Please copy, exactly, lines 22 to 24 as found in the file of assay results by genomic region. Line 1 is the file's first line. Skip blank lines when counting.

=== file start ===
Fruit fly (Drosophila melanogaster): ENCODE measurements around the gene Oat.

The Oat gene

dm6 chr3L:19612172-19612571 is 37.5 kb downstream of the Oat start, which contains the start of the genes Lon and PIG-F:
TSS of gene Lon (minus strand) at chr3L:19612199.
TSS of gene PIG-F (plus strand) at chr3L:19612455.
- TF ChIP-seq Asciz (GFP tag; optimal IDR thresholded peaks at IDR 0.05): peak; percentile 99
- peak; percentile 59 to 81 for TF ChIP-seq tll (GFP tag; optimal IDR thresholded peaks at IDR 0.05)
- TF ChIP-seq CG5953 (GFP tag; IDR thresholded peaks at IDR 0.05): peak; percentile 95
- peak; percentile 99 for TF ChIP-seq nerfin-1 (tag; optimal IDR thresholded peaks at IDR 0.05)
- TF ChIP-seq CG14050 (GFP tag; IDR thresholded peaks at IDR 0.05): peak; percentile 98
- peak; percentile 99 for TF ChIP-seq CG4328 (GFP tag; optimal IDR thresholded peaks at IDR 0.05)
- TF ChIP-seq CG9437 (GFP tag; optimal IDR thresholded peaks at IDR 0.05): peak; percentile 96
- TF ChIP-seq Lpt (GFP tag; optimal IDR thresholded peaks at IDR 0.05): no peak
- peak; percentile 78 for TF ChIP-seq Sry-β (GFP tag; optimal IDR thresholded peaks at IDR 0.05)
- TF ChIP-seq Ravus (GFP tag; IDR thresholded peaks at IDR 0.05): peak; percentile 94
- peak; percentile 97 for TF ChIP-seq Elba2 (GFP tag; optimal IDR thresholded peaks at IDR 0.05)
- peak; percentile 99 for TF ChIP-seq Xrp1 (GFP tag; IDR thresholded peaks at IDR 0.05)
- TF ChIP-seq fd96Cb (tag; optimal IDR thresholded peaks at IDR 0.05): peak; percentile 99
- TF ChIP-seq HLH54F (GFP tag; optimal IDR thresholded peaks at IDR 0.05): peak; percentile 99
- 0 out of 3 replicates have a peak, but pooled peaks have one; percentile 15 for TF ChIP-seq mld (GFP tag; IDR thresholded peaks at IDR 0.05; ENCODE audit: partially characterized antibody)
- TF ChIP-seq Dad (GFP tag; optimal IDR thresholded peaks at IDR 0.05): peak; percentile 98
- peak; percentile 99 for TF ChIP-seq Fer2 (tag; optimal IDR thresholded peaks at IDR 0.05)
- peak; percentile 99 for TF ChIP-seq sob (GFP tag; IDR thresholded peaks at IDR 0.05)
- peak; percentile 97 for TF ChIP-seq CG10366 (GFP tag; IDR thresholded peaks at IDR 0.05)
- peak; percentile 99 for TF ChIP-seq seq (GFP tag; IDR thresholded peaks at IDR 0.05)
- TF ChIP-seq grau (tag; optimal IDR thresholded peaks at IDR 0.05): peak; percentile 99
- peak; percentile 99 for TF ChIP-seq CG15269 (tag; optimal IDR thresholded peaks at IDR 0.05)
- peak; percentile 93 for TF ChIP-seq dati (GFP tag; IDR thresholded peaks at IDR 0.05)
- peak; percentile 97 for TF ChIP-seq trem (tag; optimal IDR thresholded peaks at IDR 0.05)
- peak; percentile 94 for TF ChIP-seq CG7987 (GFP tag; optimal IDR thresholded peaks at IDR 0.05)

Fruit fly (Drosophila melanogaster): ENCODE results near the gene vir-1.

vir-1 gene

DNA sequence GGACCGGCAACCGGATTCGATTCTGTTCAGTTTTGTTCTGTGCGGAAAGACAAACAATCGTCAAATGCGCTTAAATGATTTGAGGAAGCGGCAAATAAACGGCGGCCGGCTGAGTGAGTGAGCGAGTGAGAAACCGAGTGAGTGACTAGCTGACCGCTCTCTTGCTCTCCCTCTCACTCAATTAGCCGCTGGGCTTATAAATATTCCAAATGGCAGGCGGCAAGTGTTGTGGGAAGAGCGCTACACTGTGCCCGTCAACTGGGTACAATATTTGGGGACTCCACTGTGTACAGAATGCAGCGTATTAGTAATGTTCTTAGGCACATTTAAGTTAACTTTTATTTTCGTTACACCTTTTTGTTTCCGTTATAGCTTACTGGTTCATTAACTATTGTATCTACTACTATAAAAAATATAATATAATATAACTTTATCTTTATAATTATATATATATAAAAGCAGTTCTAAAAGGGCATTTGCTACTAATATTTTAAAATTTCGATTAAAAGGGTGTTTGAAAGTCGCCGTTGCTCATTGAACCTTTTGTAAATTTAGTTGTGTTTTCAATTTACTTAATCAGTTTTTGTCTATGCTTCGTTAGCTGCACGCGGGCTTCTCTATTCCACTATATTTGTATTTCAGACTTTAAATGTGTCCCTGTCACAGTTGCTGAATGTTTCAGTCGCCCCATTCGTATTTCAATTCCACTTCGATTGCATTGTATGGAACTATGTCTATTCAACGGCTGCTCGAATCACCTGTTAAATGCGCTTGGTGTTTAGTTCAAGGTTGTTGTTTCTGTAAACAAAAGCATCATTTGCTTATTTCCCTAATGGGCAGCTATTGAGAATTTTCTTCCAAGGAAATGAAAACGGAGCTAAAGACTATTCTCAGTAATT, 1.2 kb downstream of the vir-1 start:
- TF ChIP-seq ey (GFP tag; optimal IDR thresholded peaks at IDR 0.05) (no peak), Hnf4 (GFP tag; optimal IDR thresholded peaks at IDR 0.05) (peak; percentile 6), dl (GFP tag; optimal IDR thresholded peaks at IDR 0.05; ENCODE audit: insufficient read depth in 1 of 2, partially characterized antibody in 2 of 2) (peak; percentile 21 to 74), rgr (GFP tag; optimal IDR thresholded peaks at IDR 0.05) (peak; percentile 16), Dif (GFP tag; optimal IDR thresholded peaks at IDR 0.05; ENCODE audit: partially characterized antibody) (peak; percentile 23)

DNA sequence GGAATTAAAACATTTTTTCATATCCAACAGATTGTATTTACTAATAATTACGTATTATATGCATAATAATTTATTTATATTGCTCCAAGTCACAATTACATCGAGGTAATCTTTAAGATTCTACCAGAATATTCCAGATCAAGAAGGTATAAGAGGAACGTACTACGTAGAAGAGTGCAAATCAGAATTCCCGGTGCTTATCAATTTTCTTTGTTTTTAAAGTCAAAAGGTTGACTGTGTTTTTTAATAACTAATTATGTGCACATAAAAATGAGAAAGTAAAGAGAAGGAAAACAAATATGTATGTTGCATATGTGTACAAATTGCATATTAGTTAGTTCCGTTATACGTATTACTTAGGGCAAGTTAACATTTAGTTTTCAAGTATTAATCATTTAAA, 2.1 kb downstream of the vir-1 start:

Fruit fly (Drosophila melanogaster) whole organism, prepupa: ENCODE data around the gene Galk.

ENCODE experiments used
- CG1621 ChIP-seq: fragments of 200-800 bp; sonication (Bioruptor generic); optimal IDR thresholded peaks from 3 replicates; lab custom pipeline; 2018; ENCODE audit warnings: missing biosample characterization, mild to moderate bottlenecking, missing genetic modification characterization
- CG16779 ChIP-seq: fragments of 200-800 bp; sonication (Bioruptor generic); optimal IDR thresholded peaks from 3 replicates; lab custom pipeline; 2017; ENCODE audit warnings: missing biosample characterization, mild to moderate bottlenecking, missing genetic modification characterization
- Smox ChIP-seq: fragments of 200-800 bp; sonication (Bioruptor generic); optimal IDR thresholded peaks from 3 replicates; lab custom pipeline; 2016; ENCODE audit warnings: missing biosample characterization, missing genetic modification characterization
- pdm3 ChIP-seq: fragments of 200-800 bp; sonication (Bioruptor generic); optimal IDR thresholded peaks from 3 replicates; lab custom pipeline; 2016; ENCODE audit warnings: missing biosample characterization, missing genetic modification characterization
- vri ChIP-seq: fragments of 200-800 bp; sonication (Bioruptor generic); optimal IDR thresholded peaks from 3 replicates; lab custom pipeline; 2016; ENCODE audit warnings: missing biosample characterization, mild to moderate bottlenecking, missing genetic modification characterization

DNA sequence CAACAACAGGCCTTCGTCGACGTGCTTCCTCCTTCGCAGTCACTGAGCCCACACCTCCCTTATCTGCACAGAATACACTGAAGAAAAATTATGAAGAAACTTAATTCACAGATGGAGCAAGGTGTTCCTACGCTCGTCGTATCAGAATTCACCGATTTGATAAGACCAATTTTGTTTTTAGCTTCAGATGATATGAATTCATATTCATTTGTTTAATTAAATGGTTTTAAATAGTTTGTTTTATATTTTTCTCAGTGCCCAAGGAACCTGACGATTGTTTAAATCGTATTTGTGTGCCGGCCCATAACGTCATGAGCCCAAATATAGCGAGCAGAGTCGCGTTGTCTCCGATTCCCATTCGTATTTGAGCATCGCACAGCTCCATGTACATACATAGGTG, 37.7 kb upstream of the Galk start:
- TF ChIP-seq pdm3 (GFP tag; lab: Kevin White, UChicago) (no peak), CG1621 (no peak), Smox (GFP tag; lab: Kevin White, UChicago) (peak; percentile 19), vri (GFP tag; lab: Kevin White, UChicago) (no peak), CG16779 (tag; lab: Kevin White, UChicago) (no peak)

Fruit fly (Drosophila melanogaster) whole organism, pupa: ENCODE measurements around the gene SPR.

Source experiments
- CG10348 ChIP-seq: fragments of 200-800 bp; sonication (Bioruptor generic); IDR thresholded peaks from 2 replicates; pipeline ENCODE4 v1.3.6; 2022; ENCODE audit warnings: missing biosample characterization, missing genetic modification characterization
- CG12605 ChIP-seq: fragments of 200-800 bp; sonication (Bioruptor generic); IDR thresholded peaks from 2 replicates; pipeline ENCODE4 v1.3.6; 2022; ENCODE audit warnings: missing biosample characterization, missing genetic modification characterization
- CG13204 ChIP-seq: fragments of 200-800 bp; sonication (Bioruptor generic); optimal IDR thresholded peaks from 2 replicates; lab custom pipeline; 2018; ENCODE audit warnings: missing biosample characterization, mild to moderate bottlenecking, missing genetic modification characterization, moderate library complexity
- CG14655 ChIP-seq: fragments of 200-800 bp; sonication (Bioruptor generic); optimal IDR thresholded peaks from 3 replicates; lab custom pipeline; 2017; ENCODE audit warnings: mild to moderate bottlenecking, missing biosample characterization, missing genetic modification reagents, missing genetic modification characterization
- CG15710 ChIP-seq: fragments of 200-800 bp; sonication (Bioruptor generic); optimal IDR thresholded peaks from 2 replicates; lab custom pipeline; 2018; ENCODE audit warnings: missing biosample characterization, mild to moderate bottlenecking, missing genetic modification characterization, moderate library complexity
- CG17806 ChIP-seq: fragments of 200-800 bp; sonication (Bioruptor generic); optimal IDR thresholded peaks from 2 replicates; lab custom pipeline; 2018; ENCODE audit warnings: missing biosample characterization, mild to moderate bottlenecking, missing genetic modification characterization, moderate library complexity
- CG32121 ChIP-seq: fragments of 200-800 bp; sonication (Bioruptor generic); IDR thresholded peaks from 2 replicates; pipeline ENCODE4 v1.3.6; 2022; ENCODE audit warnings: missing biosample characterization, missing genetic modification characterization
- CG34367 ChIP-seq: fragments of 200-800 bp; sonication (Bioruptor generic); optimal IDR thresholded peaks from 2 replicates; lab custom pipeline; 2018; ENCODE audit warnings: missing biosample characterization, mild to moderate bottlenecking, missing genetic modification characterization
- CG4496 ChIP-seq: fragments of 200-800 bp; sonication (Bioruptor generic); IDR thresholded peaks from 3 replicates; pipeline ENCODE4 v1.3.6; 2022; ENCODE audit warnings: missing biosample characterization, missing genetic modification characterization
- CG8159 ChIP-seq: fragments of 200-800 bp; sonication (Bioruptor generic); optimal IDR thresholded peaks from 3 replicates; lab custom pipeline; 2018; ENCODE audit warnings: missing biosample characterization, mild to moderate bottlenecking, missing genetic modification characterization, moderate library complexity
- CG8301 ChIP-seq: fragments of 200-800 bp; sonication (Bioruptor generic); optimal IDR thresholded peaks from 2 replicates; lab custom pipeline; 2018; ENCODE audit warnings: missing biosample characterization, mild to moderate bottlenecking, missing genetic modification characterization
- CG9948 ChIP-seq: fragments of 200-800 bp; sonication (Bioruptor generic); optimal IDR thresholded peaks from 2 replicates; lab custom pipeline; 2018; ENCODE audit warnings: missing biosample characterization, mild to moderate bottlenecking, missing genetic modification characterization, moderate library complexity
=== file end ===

- peak; percentile 99 for TF ChIP-seq Fer2 (tag; optimal IDR thresholded peaks at IDR 0.05)
- peak; percentile 99 for TF ChIP-seq sob (GFP tag; IDR thresholded peaks at IDR 0.05)
- peak; percentile 97 for TF ChIP-seq CG10366 (GFP tag; IDR thresholded peaks at IDR 0.05)